Tuesday, September 25, 2007

Undoing Development: Back to the Future

College Avenue was once one of the most beautiful streets in Fayetteville, then the stately homes and large trees were demolished to make way for such commercial developments as Jim Hatfield’s used car lot and concrete strip malls with pawn shops. Progress and growth, the omnipotent Chamber and obedient city officials told us, as we traded our heritage for a mess of pottage and now-vacant buildings.

Six decades of commercial degradation of College Avenue is enough, agreed almost 50 of us during a public meeting at Jefferson School last night, and there will be another public meeting next Monday if you missed that one.

"This stretch of College Avenue is the most dangerous street in the two county area," said Mayor Dan Coody, who promised back during his 2000 campaign to beautify the street and create a boulevard from North Street. "It's just random chaos as far as any kind of traffic access management or pedestrianism. Also, it's just an eye-sore and we need to bring property values up.” Coody is generally right on this and deserves our support, despite making up big words like “pedestrianism” and assuming that increasing someone else’s property values is a priority for taxpayers.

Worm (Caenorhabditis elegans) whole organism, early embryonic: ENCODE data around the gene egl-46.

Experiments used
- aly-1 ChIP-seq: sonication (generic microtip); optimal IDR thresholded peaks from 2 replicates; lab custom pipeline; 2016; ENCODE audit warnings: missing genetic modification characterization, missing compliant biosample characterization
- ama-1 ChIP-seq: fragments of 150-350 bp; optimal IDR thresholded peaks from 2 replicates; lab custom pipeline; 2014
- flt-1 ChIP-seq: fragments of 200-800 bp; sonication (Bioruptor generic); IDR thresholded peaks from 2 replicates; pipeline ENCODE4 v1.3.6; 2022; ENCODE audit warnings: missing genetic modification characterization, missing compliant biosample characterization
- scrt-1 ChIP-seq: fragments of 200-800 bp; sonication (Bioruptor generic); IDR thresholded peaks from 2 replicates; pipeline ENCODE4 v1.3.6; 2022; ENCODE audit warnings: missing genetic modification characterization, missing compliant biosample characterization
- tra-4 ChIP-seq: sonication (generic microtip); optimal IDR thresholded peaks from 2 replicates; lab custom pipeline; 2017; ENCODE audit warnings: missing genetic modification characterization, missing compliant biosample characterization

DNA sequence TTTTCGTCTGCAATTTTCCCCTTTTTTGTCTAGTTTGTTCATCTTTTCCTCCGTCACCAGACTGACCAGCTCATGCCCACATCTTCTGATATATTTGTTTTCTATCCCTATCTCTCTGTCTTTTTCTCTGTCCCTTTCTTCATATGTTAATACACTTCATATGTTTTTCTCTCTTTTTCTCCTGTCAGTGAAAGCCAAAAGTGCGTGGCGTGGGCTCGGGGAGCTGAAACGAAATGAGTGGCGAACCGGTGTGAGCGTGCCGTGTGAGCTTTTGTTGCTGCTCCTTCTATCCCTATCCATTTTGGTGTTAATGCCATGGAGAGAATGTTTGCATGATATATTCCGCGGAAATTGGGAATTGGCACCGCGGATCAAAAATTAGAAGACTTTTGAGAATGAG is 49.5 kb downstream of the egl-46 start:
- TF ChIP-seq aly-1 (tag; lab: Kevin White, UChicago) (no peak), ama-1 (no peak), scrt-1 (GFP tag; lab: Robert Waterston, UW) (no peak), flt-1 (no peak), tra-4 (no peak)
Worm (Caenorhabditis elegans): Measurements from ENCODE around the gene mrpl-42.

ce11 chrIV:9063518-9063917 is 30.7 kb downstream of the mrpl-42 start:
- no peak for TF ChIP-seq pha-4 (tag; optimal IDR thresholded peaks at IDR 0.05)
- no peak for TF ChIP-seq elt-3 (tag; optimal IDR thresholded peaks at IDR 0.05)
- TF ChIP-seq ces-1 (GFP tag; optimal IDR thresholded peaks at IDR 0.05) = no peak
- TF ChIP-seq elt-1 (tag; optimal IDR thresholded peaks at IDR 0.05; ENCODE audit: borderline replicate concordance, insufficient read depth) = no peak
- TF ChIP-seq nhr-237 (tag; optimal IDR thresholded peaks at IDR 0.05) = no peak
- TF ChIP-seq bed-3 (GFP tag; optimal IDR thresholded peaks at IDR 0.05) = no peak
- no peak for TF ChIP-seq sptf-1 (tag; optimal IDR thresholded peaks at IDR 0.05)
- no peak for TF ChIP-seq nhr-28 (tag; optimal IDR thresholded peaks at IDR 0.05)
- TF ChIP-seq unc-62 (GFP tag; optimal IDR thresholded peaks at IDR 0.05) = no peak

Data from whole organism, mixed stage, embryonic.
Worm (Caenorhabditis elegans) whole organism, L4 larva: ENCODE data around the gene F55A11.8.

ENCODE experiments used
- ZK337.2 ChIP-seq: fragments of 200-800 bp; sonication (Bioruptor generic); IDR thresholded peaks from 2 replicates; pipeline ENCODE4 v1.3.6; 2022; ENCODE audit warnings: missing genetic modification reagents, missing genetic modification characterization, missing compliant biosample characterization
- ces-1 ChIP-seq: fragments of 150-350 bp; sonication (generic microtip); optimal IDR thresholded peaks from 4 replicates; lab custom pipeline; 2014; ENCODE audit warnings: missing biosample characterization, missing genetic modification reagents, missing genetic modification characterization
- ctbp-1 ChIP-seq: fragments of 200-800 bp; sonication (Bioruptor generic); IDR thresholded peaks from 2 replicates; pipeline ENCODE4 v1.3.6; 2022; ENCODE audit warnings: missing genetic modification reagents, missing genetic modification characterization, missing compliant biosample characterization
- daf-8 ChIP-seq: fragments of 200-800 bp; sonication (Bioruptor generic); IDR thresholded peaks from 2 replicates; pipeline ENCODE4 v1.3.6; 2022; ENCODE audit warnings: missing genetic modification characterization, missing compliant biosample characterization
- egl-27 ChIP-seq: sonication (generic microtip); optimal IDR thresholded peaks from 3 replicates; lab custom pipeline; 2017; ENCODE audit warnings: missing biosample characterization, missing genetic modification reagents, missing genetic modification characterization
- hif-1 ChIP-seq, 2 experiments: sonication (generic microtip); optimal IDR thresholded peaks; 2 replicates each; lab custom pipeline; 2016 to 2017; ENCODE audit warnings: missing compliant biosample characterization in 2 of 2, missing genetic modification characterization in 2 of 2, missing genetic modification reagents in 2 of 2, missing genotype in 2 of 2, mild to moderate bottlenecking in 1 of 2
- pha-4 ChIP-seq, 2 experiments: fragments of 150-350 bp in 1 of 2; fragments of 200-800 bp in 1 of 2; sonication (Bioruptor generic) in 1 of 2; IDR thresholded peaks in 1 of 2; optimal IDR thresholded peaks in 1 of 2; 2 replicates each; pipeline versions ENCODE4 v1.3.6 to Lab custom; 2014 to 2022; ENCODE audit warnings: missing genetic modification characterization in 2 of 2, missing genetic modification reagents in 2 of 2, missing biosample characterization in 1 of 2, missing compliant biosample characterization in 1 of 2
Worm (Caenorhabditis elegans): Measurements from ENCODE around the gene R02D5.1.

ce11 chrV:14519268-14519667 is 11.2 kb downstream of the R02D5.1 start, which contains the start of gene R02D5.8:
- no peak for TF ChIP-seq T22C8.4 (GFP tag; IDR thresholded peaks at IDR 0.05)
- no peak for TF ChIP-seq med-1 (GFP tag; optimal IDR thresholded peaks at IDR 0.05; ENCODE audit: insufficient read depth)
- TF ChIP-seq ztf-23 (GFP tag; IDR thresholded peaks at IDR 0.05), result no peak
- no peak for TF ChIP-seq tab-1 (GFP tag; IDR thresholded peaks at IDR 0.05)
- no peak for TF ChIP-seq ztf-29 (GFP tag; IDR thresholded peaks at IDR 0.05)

The current proposal is to construct three medians on College Avenue between Maple and Dickson and to add trees to the medians and on both sides of the street, maybe even usable sidewalks that would be safe for pedestrians, using $1.74 million in funds from the 2006 bond issue.

Construction is set to begin in 2008 and be completed in 2009. Chris Brown, Engineering Design Manager, reportedly hopes that residents don't take issue with the current plan designs, but don’t let that stop you if you have suggestions to the Street Committee for making it better. Although they'll show up for the ribbon-cutting, you know the Chamber of Cowbirds will be fighting anything that inhibits vehicular commerce in the name of pedestrian safety and mere aesthetics, so citizens need to speak up for human scale and a more livable community.

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